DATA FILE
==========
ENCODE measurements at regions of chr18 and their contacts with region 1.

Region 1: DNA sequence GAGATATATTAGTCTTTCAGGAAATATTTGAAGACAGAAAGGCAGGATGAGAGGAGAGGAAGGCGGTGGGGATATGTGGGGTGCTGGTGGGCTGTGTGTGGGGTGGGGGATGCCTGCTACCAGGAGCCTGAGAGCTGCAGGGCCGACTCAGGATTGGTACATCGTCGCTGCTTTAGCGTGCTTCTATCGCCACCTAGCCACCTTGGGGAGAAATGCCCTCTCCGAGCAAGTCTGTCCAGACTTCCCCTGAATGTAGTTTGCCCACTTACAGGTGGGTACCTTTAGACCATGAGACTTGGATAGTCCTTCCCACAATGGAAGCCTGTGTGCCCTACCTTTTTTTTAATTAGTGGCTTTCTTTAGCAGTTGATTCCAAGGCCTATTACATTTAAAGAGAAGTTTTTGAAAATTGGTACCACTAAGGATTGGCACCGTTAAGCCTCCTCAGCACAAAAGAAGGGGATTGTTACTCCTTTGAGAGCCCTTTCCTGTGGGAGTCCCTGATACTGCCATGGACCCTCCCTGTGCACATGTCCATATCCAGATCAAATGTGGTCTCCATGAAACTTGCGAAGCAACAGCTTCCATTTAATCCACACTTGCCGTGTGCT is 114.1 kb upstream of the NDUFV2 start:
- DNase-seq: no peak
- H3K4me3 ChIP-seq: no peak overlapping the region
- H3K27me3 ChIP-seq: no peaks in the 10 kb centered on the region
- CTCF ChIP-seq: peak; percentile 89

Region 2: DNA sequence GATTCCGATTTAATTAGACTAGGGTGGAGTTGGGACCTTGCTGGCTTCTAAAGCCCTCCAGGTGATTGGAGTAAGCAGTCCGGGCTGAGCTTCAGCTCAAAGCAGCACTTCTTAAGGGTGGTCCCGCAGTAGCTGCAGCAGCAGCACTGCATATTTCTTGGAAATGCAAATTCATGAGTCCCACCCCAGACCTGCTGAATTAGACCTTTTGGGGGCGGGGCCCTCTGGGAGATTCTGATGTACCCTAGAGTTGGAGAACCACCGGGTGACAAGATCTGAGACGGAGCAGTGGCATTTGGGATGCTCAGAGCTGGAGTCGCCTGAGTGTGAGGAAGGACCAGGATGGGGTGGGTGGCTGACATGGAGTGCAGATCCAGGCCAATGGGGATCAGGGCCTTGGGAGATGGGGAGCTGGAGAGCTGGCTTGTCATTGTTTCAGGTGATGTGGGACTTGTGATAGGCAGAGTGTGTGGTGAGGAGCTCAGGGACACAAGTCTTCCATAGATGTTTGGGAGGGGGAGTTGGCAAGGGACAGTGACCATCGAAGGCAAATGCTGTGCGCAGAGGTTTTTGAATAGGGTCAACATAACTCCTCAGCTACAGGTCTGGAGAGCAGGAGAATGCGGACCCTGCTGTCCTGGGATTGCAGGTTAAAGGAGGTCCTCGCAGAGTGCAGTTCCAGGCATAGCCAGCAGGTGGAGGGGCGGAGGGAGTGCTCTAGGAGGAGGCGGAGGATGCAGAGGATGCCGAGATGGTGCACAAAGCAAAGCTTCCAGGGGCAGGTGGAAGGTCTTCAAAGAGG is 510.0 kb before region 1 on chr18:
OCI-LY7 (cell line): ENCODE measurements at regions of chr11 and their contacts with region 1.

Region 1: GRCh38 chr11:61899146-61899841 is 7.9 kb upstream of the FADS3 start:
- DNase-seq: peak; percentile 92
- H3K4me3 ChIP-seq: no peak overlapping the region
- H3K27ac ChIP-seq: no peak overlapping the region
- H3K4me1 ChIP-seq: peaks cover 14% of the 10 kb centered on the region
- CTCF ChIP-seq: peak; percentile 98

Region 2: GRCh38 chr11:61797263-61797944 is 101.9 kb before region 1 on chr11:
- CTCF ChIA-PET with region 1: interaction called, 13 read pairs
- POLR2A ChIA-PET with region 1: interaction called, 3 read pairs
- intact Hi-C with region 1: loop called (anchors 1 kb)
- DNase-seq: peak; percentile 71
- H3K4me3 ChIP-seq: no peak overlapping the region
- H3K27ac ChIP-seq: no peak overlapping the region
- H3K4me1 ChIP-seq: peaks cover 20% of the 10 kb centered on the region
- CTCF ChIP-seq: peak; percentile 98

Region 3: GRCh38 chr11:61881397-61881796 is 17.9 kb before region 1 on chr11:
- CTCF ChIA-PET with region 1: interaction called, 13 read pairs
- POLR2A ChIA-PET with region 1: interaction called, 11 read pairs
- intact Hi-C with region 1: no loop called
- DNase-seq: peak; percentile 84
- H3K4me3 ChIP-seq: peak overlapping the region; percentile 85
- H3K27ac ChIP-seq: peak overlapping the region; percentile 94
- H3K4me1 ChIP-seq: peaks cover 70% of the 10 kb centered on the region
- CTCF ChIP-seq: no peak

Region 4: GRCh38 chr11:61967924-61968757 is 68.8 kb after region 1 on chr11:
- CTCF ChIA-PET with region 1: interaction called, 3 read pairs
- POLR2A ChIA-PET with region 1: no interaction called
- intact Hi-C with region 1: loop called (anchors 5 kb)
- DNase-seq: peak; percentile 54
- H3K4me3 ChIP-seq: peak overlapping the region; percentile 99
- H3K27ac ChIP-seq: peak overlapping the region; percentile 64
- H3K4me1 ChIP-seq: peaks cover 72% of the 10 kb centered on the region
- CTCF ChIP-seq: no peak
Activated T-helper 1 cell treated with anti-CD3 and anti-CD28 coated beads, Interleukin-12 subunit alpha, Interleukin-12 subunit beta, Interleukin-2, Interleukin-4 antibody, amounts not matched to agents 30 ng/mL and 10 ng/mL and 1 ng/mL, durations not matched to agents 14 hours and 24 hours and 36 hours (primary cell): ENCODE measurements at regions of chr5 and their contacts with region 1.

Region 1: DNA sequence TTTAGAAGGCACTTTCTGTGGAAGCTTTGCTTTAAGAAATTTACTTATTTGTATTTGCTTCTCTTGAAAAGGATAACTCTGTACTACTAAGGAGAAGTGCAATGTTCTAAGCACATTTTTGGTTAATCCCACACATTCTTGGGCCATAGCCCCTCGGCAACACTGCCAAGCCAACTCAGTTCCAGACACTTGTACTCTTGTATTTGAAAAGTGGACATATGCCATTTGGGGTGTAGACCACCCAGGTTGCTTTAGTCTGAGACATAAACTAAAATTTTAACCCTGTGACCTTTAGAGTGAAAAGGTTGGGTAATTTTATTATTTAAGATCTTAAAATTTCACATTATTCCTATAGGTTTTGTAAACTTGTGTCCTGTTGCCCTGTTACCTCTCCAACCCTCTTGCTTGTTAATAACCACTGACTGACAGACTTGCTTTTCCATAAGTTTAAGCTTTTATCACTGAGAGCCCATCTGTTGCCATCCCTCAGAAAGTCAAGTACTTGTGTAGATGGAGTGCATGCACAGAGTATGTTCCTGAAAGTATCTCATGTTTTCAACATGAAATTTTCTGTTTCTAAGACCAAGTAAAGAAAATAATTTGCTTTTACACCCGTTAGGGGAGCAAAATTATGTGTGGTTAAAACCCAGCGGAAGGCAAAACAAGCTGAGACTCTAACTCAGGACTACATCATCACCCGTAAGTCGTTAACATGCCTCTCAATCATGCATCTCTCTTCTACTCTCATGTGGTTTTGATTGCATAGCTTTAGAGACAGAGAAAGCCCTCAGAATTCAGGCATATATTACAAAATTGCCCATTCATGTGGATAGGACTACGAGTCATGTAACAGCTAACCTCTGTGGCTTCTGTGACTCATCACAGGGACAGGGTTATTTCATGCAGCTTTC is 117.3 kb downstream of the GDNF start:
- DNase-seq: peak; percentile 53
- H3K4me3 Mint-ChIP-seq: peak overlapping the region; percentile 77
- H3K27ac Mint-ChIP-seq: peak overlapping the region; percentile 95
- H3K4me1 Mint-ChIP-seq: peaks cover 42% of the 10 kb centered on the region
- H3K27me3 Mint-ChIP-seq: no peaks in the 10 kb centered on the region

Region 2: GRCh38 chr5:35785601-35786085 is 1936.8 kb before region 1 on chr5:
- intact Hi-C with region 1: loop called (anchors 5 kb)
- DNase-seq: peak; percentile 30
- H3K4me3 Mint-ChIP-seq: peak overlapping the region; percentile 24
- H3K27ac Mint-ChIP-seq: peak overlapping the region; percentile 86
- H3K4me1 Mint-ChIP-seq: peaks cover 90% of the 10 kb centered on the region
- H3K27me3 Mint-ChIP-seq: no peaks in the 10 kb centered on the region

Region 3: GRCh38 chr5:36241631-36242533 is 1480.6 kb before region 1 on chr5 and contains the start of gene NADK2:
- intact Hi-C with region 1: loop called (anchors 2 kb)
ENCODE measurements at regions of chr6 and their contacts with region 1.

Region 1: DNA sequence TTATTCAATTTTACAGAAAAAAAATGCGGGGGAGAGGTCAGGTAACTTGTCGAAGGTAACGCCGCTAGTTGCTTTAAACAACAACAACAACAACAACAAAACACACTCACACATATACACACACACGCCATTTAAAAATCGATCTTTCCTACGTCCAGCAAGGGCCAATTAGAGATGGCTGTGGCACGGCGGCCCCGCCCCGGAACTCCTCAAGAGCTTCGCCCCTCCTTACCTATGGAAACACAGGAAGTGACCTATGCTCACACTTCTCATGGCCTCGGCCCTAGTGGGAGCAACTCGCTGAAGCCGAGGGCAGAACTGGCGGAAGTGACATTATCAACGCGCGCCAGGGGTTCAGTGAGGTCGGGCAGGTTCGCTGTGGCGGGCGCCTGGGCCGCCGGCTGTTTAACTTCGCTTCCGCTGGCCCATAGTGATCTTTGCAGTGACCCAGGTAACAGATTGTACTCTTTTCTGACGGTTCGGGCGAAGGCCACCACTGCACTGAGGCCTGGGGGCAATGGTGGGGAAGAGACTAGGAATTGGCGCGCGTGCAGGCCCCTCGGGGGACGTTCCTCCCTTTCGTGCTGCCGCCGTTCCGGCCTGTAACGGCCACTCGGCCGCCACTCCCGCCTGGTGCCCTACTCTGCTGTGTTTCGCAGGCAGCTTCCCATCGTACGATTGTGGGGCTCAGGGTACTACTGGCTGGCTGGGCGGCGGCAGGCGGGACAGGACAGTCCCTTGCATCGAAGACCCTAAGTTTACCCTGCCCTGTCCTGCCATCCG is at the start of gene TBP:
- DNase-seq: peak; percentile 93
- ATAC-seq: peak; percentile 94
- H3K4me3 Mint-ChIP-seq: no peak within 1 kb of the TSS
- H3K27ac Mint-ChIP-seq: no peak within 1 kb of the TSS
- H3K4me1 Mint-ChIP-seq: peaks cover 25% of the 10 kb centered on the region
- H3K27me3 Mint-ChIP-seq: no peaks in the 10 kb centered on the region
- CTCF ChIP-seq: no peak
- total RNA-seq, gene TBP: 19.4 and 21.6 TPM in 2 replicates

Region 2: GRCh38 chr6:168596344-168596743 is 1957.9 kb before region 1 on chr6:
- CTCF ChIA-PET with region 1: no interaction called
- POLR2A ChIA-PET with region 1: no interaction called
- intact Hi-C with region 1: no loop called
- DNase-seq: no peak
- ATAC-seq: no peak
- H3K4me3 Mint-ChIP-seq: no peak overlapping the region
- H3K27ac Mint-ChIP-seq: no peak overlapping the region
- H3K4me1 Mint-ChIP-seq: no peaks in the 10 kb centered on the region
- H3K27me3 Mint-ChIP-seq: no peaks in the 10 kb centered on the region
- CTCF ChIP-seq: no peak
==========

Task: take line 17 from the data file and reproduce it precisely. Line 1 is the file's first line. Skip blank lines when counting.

- POLR2A ChIA-PET with region 1: interaction called, 3 read pairs